The Chandler Family Get Together in Glacier 2018: Days 3 & 4

Scott Chandler

Wildness is a necessity- John Muir
Jan 4, 2014
August 6 and 7, 2018

After a couple adventure days (Mt Oberlin & Floral Park Traverse) Jeff and I were feeling a little wobble legged (Jeff jokingly called himself 'broken') so a lazy day sounded really nice. After a mellow morning we went over to Lake McDonald Lodge for lunch and marveling at coniferous cones. Did you know that cedar cones are tiny while White Pine cones are huge? They are quite cool to juxtapose and I missed an opportunity in not taking a picture while my dad held them. Sometimes I wonder about how much naturalist is in him, but I think the cones fascinated him quite a bit.

After eating we bounced over to the Upper McDonald Creek Trail. I don't know how many times we have walked on this trail, its a lazy day standard for us. Most of my memories are of the trail during June, when McDonald Creek is raging with melting snow and the forest is damp with rain. It was nice to see this place in a different condition, water mellow, sunshine breaking through the dense, temperate rainforest, canopy. This forest is now somewhat threatened by the Howe Ridge Fire, currently burning probably less than a mile to the south and west. It would be a shame for this forest to burn. The temperate rainforest is a forest of an older, wetter Glacier. A good chunk of it burned in the Sprague Fire last year. There are predictions that it can't come back if hit hard enough by fire, that a different forest will have to take over. As is the way with nature, but this forest is so magical.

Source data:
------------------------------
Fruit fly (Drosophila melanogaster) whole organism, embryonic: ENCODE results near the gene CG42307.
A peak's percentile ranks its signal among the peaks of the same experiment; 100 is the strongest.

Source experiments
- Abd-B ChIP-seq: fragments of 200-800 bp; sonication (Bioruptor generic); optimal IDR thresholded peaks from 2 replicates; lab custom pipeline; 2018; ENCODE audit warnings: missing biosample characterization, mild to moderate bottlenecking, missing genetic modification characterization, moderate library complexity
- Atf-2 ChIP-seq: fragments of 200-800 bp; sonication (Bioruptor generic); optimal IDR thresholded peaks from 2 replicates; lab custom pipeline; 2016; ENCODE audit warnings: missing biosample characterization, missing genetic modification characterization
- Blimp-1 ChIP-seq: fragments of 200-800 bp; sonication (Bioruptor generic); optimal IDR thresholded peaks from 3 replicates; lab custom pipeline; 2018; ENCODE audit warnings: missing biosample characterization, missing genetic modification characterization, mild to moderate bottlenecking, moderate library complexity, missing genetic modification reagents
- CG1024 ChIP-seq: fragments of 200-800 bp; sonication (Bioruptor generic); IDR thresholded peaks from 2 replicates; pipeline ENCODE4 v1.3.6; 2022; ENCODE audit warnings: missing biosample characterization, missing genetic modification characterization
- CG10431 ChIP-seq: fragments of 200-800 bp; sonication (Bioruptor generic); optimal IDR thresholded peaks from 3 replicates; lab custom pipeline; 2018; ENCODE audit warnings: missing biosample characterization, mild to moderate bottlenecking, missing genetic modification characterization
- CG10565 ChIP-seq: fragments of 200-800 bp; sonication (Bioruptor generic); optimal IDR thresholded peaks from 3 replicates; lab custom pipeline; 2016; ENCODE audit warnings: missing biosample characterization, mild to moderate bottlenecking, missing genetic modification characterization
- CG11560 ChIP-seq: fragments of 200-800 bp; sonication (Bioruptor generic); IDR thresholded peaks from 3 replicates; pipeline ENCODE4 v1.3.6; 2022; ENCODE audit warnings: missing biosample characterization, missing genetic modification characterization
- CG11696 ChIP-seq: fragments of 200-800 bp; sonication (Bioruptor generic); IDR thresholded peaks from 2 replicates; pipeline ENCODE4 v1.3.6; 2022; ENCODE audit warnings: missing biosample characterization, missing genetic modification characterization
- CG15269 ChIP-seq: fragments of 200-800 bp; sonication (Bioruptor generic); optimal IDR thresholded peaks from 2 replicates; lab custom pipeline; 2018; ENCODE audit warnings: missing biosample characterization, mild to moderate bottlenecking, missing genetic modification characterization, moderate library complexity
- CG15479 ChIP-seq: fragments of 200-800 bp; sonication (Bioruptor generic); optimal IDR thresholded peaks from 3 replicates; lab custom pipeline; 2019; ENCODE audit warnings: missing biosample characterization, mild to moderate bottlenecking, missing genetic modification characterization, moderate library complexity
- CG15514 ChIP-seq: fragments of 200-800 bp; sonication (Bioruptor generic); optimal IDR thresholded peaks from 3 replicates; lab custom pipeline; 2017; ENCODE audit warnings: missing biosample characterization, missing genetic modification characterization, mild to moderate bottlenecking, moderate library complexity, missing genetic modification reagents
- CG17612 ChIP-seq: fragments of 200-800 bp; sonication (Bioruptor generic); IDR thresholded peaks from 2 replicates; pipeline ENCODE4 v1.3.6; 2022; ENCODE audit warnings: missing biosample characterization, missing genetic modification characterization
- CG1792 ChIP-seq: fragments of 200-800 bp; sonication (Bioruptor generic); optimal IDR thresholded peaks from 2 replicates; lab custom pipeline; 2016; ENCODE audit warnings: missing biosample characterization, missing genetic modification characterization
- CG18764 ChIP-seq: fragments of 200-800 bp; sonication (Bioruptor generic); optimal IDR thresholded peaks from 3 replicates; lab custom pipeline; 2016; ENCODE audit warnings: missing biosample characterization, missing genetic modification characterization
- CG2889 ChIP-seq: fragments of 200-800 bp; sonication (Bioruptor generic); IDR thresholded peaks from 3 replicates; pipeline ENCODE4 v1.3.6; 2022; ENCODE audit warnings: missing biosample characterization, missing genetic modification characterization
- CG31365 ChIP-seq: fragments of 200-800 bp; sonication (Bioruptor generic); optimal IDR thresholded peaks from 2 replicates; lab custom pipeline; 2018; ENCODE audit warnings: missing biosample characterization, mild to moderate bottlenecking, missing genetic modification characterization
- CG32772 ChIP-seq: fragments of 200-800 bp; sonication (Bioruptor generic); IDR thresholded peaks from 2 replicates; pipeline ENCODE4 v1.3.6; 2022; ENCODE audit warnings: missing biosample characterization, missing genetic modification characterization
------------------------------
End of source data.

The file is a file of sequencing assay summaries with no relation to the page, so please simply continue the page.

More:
Pinedrops- a parasitic plant, well not exactly. It survives off the compounds released from decomposing matter. I've seen them before, usually a couple inches tall. This one was three feet tall.

Indian Pipes, or my favorite name for them, Ghost Pipes. This one truly is parasitic. Neither of these two plants photosynthesize.


While this trail skirts the river over a lot of its length, the best is towards the end of it. The creek, river by my standards, cuts through a gorge of harder rock, creating a gorge of cascades. It is extremely beautiful, water so clear and rocks weathered fascinatingly.